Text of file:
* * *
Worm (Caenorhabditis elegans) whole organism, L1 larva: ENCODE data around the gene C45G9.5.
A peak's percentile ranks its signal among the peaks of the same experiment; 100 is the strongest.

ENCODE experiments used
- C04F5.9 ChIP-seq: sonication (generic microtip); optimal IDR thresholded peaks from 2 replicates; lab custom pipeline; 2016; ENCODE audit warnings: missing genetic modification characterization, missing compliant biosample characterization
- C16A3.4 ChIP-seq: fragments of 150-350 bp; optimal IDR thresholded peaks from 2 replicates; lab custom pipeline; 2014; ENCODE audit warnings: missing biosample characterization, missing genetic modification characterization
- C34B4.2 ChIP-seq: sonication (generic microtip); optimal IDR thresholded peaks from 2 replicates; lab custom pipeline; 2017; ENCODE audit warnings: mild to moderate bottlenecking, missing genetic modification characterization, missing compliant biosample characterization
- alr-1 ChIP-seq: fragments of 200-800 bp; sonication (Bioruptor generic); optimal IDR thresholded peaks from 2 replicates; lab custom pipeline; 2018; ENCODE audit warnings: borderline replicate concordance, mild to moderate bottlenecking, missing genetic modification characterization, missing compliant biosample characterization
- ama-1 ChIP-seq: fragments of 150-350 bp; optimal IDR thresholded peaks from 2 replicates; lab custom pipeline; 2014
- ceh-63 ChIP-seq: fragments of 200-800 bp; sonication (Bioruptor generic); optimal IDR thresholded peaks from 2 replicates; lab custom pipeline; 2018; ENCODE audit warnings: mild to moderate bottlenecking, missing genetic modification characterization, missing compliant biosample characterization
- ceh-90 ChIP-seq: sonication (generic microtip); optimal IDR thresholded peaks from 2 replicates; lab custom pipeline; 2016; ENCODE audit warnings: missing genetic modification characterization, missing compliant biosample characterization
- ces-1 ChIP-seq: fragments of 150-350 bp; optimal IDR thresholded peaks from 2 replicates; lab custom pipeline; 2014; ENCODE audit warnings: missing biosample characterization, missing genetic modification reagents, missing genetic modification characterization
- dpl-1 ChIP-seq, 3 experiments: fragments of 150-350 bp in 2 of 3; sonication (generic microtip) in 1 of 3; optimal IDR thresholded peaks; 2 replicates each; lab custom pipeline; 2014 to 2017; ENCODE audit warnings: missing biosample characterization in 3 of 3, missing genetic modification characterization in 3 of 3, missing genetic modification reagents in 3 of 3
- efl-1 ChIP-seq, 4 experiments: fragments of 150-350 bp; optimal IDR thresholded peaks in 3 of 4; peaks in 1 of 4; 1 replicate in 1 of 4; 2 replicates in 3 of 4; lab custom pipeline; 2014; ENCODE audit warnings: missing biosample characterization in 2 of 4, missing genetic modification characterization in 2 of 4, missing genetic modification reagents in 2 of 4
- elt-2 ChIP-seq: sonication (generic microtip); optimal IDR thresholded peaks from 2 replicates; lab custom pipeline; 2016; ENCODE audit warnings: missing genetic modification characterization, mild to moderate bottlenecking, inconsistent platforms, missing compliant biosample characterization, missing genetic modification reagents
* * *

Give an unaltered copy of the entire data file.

Worm (Caenorhabditis elegans) whole organism, L1 larva: ENCODE data around the gene C45G9.5.
A peak's percentile ranks its signal among the peaks of the same experiment; 100 is the strongest.

ENCODE experiments used
- C04F5.9 ChIP-seq: sonication (generic microtip); optimal IDR thresholded peaks from 2 replicates; lab custom pipeline; 2016; ENCODE audit warnings: missing genetic modification characterization, missing compliant biosample characterization
- C16A3.4 ChIP-seq: fragments of 150-350 bp; optimal IDR thresholded peaks from 2 replicates; lab custom pipeline; 2014; ENCODE audit warnings: missing biosample characterization, missing genetic modification characterization
- C34B4.2 ChIP-seq: sonication (generic microtip); optimal IDR thresholded peaks from 2 replicates; lab custom pipeline; 2017; ENCODE audit warnings: mild to moderate bottlenecking, missing genetic modification characterization, missing compliant biosample characterization
- alr-1 ChIP-seq: fragments of 200-800 bp; sonication (Bioruptor generic); optimal IDR thresholded peaks from 2 replicates; lab custom pipeline; 2018; ENCODE audit warnings: borderline replicate concordance, mild to moderate bottlenecking, missing genetic modification characterization, missing compliant biosample characterization
- ama-1 ChIP-seq: fragments of 150-350 bp; optimal IDR thresholded peaks from 2 replicates; lab custom pipeline; 2014
- ceh-63 ChIP-seq: fragments of 200-800 bp; sonication (Bioruptor generic); optimal IDR thresholded peaks from 2 replicates; lab custom pipeline; 2018; ENCODE audit warnings: mild to moderate bottlenecking, missing genetic modification characterization, missing compliant biosample characterization
- ceh-90 ChIP-seq: sonication (generic microtip); optimal IDR thresholded peaks from 2 replicates; lab custom pipeline; 2016; ENCODE audit warnings: missing genetic modification characterization, missing compliant biosample characterization
- ces-1 ChIP-seq: fragments of 150-350 bp; optimal IDR thresholded peaks from 2 replicates; lab custom pipeline; 2014; ENCODE audit warnings: missing biosample characterization, missing genetic modification reagents, missing genetic modification characterization
- dpl-1 ChIP-seq, 3 experiments: fragments of 150-350 bp in 2 of 3; sonication (generic microtip) in 1 of 3; optimal IDR thresholded peaks; 2 replicates each; lab custom pipeline; 2014 to 2017; ENCODE audit warnings: missing biosample characterization in 3 of 3, missing genetic modification characterization in 3 of 3, missing genetic modification reagents in 3 of 3
- efl-1 ChIP-seq, 4 experiments: fragments of 150-350 bp; optimal IDR thresholded peaks in 3 of 4; peaks in 1 of 4; 1 replicate in 1 of 4; 2 replicates in 3 of 4; lab custom pipeline; 2014; ENCODE audit warnings: missing biosample characterization in 2 of 4, missing genetic modification characterization in 2 of 4, missing genetic modification reagents in 2 of 4
- elt-2 ChIP-seq: sonication (generic microtip); optimal IDR thresholded peaks from 2 replicates; lab custom pipeline; 2016; ENCODE audit warnings: missing genetic modification characterization, mild to moderate bottlenecking, inconsistent platforms, missing compliant biosample characterization, missing genetic modification reagents